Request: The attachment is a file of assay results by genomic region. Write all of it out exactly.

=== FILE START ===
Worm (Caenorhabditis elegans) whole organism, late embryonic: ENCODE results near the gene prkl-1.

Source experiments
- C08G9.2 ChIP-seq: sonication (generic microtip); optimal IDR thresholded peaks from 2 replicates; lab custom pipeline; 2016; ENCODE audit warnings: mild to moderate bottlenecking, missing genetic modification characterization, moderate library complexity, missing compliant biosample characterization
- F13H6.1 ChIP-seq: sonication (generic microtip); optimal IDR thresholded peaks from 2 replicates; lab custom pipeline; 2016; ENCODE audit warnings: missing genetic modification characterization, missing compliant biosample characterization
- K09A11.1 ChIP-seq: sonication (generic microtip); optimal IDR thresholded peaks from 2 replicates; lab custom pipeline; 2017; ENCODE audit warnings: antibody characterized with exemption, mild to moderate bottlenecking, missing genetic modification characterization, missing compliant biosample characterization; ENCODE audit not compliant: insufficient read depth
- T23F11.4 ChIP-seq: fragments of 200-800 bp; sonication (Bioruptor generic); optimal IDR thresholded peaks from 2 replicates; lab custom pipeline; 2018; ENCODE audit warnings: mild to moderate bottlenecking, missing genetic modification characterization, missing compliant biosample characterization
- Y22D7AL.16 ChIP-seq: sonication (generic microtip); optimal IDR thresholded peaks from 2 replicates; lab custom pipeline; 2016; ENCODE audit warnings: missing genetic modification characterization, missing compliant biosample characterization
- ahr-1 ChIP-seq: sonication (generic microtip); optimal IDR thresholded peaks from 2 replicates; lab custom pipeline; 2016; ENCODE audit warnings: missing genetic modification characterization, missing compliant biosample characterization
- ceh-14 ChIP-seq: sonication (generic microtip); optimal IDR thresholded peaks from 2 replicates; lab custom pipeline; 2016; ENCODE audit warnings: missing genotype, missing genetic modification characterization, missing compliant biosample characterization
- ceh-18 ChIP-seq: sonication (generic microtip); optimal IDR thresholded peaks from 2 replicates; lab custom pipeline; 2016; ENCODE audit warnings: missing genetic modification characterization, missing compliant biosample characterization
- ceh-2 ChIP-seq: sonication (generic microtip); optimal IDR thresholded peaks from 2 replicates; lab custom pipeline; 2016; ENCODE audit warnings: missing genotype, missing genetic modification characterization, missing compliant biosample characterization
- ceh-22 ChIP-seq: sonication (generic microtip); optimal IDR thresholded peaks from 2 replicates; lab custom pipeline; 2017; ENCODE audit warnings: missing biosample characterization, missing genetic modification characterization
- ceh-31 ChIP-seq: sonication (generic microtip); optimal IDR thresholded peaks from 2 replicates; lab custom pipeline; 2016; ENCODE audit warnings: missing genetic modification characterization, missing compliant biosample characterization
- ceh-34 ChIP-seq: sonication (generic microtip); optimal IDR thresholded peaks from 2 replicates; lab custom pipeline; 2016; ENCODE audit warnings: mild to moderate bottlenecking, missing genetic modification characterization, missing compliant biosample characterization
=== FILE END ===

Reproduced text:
Worm (Caenorhabditis elegans) whole organism, late embryonic: ENCODE results near the gene prkl-1.

Source experiments
- C08G9.2 ChIP-seq: sonication (generic microtip); optimal IDR thresholded peaks from 2 replicates; lab custom pipeline; 2016; ENCODE audit warnings: mild to moderate bottlenecking, missing genetic modification characterization, moderate library complexity, missing compliant biosample characterization
- F13H6.1 ChIP-seq: sonication (generic microtip); optimal IDR thresholded peaks from 2 replicates; lab custom pipeline; 2016; ENCODE audit warnings: missing genetic modification characterization, missing compliant biosample characterization
- K09A11.1 ChIP-seq: sonication (generic microtip); optimal IDR thresholded peaks from 2 replicates; lab custom pipeline; 2017; ENCODE audit warnings: antibody characterized with exemption, mild to moderate bottlenecking, missing genetic modification characterization, missing compliant biosample characterization; ENCODE audit not compliant: insufficient read depth
- T23F11.4 ChIP-seq: fragments of 200-800 bp; sonication (Bioruptor generic); optimal IDR thresholded peaks from 2 replicates; lab custom pipeline; 2018; ENCODE audit warnings: mild to moderate bottlenecking, missing genetic modification characterization, missing compliant biosample characterization
- Y22D7AL.16 ChIP-seq: sonication (generic microtip); optimal IDR thresholded peaks from 2 replicates; lab custom pipeline; 2016; ENCODE audit warnings: missing genetic modification characterization, missing compliant biosample characterization
- ahr-1 ChIP-seq: sonication (generic microtip); optimal IDR thresholded peaks from 2 replicates; lab custom pipeline; 2016; ENCODE audit warnings: missing genetic modification characterization, missing compliant biosample characterization
- ceh-14 ChIP-seq: sonication (generic microtip); optimal IDR thresholded peaks from 2 replicates; lab custom pipeline; 2016; ENCODE audit warnings: missing genotype, missing genetic modification characterization, missing compliant biosample characterization
- ceh-18 ChIP-seq: sonication (generic microtip); optimal IDR thresholded peaks from 2 replicates; lab custom pipeline; 2016; ENCODE audit warnings: missing genetic modification characterization, missing compliant biosample characterization
- ceh-2 ChIP-seq: sonication (generic microtip); optimal IDR thresholded peaks from 2 replicates; lab custom pipeline; 2016; ENCODE audit warnings: missing genotype, missing genetic modification characterization, missing compliant biosample characterization
- ceh-22 ChIP-seq: sonication (generic microtip); optimal IDR thresholded peaks from 2 replicates; lab custom pipeline; 2017; ENCODE audit warnings: missing biosample characterization, missing genetic modification characterization
- ceh-31 ChIP-seq: sonication (generic microtip); optimal IDR thresholded peaks from 2 replicates; lab custom pipeline; 2016; ENCODE audit warnings: missing genetic modification characterization, missing compliant biosample characterization
- ceh-34 ChIP-seq: sonication (generic microtip); optimal IDR thresholded peaks from 2 replicates; lab custom pipeline; 2016; ENCODE audit warnings: mild to moderate bottlenecking, missing genetic modification characterization, missing compliant biosample characterization